on life, music etc beyond mainstream



Michael: Looking at the cover photo, the titles, this record seems to be inspired by some polar fanatasies, desolate Northern areas or travel books about the middle of nowhere. So, what was the idea behind?


Ivar: The idea behind the titles is mainly about the sound and the music. More about that in the answer for the next question.


Michael: I read a bit about some the academic background of this project, but, thanks god, this is not the kind of academic stuff from the ivory tower. Can you explore a bit the idea of „extending“ the now of the improvisational  sphere, how to make (knd of) the moment last longer, and how silence and quietness might add to it?


Ivar: Stop Freeze Wait Eat is one of the final artistic results of an artistic research fellowship project that I have been working on since 2011, carried out at the Norwegian Academy of Music. The project was financed by the Norwegian Artistic Research Programme, a programme for artistic practice-as-research. In this project I have produced solo improvisations that derive from the music of two improvising ensembles to which I belong: Dans les arbres and Huntsville.

I have used my own understanding and notion of these ensembles´ aesthetics and philosophy as a backdrop and a point of departure for the solo works. Trough the project I have aimed for an enhanced, articulated knowledge and understanding of my own approach as a member of two ensembles. I have tested how this knowledge can facilitate frameworks, filters and various approaches for my own solo works. The individual solo works of the project, such as Stop Freeze Wait Eat, are artistic responses to the collectively created music of the ensembles.

I am drawn to both the ensembles´ use of repetition, and small variations within repetitions, and how sounds bleed into each other, how the form composites, how we build in layers, our sparseness, our use of silence etc. I have pondered over the reasons why we rarely have pauses when we play, how our collective processes are depending on strong individuality etc.

The tiles on my solo release are mainly about elements I´m drawn to in the music of the ensembles (except the term eat in some of the titles. That´s there for other reasons.)

The opening track „Stop Freeze Wait Sing“ is a composition of layers of pitched down acoustic guitar. It was made from several sequences if improvisations, followed up by a lot of editing, restructuring, re-composing, over-dubs.

The other tracks are chiefly a result of a setup that allows me to play with what my own echo. I record what I play „in present“ with a delay unit. I send the original non-delayed signal (present) into one guitar amplifier, and the delayed signal (past) into another amplifier. What I do in „present time“ will come back to me in the second amplifier after a set time delay (usually around 10-12 seconds). This setup triggers an interesting self-dialogue. All the choices I make will come back to me after a while. I am stuck with all the ideas, good and bad, they will come back to me in a while. After a time delay. And they will stay. At least for a little while. This setup allows me to anticipate what I will have to communicate with in a while. I prepare my own surprises. I buy my own birthday present. Almost if I try to look into the future.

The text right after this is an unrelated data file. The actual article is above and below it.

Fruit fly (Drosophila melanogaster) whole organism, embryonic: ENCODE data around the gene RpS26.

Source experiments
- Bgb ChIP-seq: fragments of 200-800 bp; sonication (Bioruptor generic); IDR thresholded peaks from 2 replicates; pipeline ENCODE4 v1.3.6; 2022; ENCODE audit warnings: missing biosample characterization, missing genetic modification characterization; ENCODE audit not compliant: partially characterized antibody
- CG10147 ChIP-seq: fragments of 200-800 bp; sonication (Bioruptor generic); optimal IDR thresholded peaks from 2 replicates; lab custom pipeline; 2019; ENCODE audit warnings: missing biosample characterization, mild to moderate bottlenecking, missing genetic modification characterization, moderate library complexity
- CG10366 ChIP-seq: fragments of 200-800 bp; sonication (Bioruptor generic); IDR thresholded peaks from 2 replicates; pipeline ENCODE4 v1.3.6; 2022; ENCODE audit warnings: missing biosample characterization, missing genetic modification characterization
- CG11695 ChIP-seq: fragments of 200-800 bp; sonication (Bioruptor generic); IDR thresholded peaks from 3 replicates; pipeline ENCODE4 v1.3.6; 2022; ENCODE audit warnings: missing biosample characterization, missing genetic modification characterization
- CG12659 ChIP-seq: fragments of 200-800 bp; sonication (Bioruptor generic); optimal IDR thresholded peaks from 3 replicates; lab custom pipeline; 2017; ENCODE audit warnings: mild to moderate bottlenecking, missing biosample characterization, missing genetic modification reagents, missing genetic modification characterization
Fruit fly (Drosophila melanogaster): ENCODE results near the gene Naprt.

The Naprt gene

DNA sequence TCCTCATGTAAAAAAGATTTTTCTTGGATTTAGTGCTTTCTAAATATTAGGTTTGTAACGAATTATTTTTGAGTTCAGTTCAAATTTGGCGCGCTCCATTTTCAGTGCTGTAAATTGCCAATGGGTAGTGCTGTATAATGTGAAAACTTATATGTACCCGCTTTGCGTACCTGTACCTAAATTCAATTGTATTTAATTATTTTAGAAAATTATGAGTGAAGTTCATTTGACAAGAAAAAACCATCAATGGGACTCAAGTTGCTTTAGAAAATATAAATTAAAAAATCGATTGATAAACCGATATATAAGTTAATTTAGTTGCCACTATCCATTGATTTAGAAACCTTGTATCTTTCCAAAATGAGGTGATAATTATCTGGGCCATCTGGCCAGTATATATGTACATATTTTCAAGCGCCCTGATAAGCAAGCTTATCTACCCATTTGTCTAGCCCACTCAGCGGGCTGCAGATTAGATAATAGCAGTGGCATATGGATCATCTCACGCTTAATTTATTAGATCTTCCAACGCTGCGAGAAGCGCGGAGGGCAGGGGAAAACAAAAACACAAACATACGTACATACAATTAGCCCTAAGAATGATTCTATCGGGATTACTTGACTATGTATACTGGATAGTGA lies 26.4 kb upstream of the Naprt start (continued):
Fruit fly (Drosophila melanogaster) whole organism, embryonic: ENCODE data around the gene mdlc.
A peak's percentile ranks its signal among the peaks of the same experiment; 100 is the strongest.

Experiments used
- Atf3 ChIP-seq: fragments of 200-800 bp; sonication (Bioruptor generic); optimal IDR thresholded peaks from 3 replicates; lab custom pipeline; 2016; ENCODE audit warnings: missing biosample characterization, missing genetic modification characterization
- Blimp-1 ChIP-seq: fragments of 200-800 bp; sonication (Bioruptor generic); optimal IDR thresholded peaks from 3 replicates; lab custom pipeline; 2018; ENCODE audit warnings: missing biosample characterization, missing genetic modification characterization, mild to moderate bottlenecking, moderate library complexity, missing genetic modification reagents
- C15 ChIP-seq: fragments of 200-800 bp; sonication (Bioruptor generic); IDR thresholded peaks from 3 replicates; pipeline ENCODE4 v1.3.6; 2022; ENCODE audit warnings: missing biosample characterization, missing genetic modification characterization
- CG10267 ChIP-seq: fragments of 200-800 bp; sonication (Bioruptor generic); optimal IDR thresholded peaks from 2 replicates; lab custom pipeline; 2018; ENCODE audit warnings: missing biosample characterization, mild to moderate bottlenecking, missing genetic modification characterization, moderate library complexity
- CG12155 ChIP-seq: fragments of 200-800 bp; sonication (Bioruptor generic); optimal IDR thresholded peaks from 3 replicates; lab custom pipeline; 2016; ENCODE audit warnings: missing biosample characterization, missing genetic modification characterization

I think this concept works best when I am not considering the delay purely as a repetition of the real thing, as an echo, but rather something that also is the real thing.

Something that happens in present time even if it already has happened … – not purely an echo of what was, but something that is.

This combination of what I do in „present time“, my own anticipation of the near future and what I did in „past“ is what I call an „extended now“. I regard Stop Freeze Wait Eat as a collection of studies in „extended nows“.


Michael: What´s the idea of approaching a skeletal form of American folk archaics on one, two tracks. One could see it as a parallel to John Fahey´s aercheological research for lost tunes of the past … at least I got that impression.


Ivar: I hear a lot of subtle melodies and rhythm inside this dark and slow electronic landscape. Rhythm that can be quite fast, considering the general slowness of the electronic material. I think I just felt that the music needed to be cheered up a little. And this is what I heard.

I have listened a lot to John Fahey´s music, of course. I just started reading some of his stories, the other day. I didn´t really know about them, until I came across the stories collection How Bluegrass Music Destroyed My Life. I was immediately attracted to the title, of course. What a great title! I highly recommend this book.


Michael: What I love about this work, is the kind of tension and suspense it has to offer By mostly relying on sound and texture. It would be wrong to call it „ambient avant improv“,  cause I don’t know if it works as inspiring background music. At one moment The guitar (or whatever it is) sounded quite like a Japanese koto. Is there, for you, an Asian element in the whole record, apart from its Nothern territories?


Ivar: I´ve been inspired by the sound of both Japanese koto and shamisen, but I don´t recall if I ever thought about those instruments while I made this record. There is also something about the Japanese Noh tradition that is a great inspiration to a lot of the music I do. Especially the slowness and the tension, I guess.


Michael: Last question – once more, the titles. The rather special atmospheres of the music. Ascetic, stripped-down. Is there really no hidden story behind it, no peculiar imagery  – and will you tell me: it’s  all about the sound?


Ivar: It is all about the sound. Sorry to be so boring. There is no story behind. However, I like the fact that the titles give such associations, too.

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